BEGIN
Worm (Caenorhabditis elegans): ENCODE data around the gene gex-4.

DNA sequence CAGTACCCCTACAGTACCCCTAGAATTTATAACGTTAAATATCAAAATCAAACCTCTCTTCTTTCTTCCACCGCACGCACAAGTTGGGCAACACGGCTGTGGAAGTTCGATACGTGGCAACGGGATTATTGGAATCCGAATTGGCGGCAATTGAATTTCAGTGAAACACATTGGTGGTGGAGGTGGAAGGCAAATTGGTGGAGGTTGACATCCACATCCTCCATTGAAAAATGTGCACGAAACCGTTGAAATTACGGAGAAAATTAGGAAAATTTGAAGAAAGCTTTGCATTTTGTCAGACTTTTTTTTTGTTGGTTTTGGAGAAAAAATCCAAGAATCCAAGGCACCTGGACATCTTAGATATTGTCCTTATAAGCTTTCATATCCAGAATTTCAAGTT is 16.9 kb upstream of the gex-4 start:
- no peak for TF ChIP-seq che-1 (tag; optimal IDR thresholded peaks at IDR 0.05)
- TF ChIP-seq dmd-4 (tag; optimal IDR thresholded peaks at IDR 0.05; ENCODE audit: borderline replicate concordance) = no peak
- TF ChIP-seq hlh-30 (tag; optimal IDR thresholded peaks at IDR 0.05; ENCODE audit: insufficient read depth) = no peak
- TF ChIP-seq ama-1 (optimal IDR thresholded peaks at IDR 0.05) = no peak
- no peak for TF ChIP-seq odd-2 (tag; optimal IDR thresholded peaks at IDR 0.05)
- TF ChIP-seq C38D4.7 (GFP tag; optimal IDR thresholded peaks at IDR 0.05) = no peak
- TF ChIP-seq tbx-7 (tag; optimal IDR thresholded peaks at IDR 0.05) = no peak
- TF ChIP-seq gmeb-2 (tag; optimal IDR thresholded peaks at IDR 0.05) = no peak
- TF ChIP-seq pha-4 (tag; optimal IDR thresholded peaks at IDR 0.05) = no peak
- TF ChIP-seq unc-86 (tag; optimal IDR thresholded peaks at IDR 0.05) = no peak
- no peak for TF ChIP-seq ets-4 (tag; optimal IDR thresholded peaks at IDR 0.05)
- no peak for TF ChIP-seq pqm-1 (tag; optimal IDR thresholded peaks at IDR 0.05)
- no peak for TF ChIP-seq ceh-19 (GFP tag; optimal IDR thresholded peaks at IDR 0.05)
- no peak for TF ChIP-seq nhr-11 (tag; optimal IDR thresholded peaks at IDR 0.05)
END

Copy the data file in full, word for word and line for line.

Worm (Caenorhabditis elegans): ENCODE data around the gene gex-4.

DNA sequence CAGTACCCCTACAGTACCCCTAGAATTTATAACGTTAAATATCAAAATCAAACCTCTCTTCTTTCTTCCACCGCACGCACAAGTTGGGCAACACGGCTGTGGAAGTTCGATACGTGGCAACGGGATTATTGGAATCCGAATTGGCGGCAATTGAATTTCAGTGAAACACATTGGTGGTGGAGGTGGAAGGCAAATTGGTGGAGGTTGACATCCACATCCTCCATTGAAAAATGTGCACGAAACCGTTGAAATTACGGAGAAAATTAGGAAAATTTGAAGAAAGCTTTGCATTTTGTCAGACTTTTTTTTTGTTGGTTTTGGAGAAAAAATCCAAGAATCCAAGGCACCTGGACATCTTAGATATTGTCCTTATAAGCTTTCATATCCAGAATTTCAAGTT is 16.9 kb upstream of the gex-4 start:
- no peak for TF ChIP-seq che-1 (tag; optimal IDR thresholded peaks at IDR 0.05)
- TF ChIP-seq dmd-4 (tag; optimal IDR thresholded peaks at IDR 0.05; ENCODE audit: borderline replicate concordance) = no peak
- TF ChIP-seq hlh-30 (tag; optimal IDR thresholded peaks at IDR 0.05; ENCODE audit: insufficient read depth) = no peak
- TF ChIP-seq ama-1 (optimal IDR thresholded peaks at IDR 0.05) = no peak
- no peak for TF ChIP-seq odd-2 (tag; optimal IDR thresholded peaks at IDR 0.05)
- TF ChIP-seq C38D4.7 (GFP tag; optimal IDR thresholded peaks at IDR 0.05) = no peak
- TF ChIP-seq tbx-7 (tag; optimal IDR thresholded peaks at IDR 0.05) = no peak
- TF ChIP-seq gmeb-2 (tag; optimal IDR thresholded peaks at IDR 0.05) = no peak
- TF ChIP-seq pha-4 (tag; optimal IDR thresholded peaks at IDR 0.05) = no peak
- TF ChIP-seq unc-86 (tag; optimal IDR thresholded peaks at IDR 0.05) = no peak
- no peak for TF ChIP-seq ets-4 (tag; optimal IDR thresholded peaks at IDR 0.05)
- no peak for TF ChIP-seq pqm-1 (tag; optimal IDR thresholded peaks at IDR 0.05)
- no peak for TF ChIP-seq ceh-19 (GFP tag; optimal IDR thresholded peaks at IDR 0.05)
- no peak for TF ChIP-seq nhr-11 (tag; optimal IDR thresholded peaks at IDR 0.05)